Tuesday, March 4, 2014

How Do Blind People Dream?

Dreams can be fascinating, compelling, inspiring, or scary.
We attach such characters to our dreams because we can experience and feel our dreams through our visual and auditory senses. I'm sure nightmares will be less scary if we can't see nor hear the content.

We perceive the events that happen in our dreams through our sight and hearing, and that makes perfect sense because we rely on these two senses far more than all other senses.

Then how do people with visual impairment dream?

Well, just as we rely on our two primary senses, the blind rely on their other senses (for instance the sense of smell) in their dream.

A team of Danish scientists recruited 50 adults - 11 blind from birth, 14 who became blind sometime after age 1, and 25 non-blind controls - to investigate how the blind dream.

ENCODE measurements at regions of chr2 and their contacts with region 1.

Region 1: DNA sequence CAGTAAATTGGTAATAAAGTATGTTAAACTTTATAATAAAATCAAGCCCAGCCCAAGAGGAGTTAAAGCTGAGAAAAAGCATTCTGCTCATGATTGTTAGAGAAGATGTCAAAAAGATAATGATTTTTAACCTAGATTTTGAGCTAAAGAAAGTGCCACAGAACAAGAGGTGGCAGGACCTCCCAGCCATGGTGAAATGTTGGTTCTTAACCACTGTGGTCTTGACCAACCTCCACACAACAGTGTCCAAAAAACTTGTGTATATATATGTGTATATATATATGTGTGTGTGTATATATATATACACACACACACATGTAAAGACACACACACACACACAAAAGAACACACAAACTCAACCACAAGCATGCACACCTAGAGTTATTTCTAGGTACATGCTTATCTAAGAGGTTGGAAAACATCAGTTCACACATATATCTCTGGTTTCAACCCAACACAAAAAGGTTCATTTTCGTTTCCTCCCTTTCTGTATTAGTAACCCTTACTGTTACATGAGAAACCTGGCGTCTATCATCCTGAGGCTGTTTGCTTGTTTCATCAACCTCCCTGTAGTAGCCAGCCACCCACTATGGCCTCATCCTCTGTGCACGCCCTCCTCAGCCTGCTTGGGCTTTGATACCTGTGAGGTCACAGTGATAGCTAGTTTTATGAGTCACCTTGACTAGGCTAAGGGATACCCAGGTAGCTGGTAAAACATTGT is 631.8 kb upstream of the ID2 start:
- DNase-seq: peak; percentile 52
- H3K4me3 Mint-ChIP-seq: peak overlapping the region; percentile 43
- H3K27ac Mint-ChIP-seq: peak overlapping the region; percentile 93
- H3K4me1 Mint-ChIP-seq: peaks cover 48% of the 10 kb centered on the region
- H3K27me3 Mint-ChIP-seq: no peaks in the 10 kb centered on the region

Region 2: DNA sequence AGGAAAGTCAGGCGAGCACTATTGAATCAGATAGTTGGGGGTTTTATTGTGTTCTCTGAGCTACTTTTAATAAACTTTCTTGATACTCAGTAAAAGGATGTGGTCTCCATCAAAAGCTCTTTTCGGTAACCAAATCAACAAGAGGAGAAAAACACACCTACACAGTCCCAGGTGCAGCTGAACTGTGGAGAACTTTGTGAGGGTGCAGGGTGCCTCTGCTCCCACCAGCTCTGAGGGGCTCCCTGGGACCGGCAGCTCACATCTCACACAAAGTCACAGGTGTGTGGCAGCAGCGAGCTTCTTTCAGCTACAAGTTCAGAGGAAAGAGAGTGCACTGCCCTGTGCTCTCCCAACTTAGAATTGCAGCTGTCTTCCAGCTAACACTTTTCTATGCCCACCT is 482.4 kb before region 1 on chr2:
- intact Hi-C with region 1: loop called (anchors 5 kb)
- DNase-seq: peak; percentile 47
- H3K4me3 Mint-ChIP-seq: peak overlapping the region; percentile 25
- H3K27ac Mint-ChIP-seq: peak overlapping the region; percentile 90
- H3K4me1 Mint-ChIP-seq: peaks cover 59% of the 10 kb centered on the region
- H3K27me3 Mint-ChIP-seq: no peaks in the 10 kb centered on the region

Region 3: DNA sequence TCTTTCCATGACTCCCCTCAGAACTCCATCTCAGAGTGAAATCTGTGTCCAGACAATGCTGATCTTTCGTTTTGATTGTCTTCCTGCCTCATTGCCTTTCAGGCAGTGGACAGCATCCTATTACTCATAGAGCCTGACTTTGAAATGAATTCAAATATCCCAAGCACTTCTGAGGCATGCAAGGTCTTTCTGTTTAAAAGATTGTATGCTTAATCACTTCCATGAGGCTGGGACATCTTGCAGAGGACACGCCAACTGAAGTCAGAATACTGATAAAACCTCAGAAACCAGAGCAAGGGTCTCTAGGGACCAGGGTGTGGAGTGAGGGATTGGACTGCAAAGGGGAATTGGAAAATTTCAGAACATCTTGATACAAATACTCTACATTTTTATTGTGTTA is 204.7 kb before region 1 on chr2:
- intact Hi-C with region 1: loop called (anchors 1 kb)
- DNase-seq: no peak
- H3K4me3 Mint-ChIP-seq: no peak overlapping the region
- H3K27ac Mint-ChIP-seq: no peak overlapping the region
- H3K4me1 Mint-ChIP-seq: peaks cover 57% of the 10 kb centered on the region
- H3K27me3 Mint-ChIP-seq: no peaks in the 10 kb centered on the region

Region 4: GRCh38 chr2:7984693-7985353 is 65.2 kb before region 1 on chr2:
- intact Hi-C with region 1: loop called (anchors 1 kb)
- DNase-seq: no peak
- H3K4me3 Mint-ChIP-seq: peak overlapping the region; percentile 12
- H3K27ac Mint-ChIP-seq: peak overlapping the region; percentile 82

None of the blind-from-birth participant experienced a visual dream. About 26% of them tasted, 40% smelled, 67% touched and 93% heard in at least one dream.
As for the non-blind group, all of them reported at least one visual dream. Only 7% tasted, 15% smelled, 45% touched, and 64% heard in their dream - so the blind perceive their dream just like how they perceive the real world, and it proves the importance of the sense of hearing to the blind.

And the researchers also discovered one major difference between the blind and the non-blind: the blind had a lot more nightmares - 25% compared to only 6% of non-blind. The reason for this discrepancy is unknown, though the scientists suggested that it may have to do with evolutionary theories on the existence of nightmares.

“.... nightmares can be seen as threat simulations, as a mentally harmless way by which the human mind can adapt to the threats of life..... nightmare gives an individual an opportunity to rehearse the threat perception and the avoidance of coping with the threat.” -- The sensory construction of dreams and nightmare frequency in congenitally blind and late blind participants, Amani Meaidi; Poul Jennum; Maurice Ptito; Ron Kupers, Sleep Medicine (2014).

Go ahead and read the full paper here.


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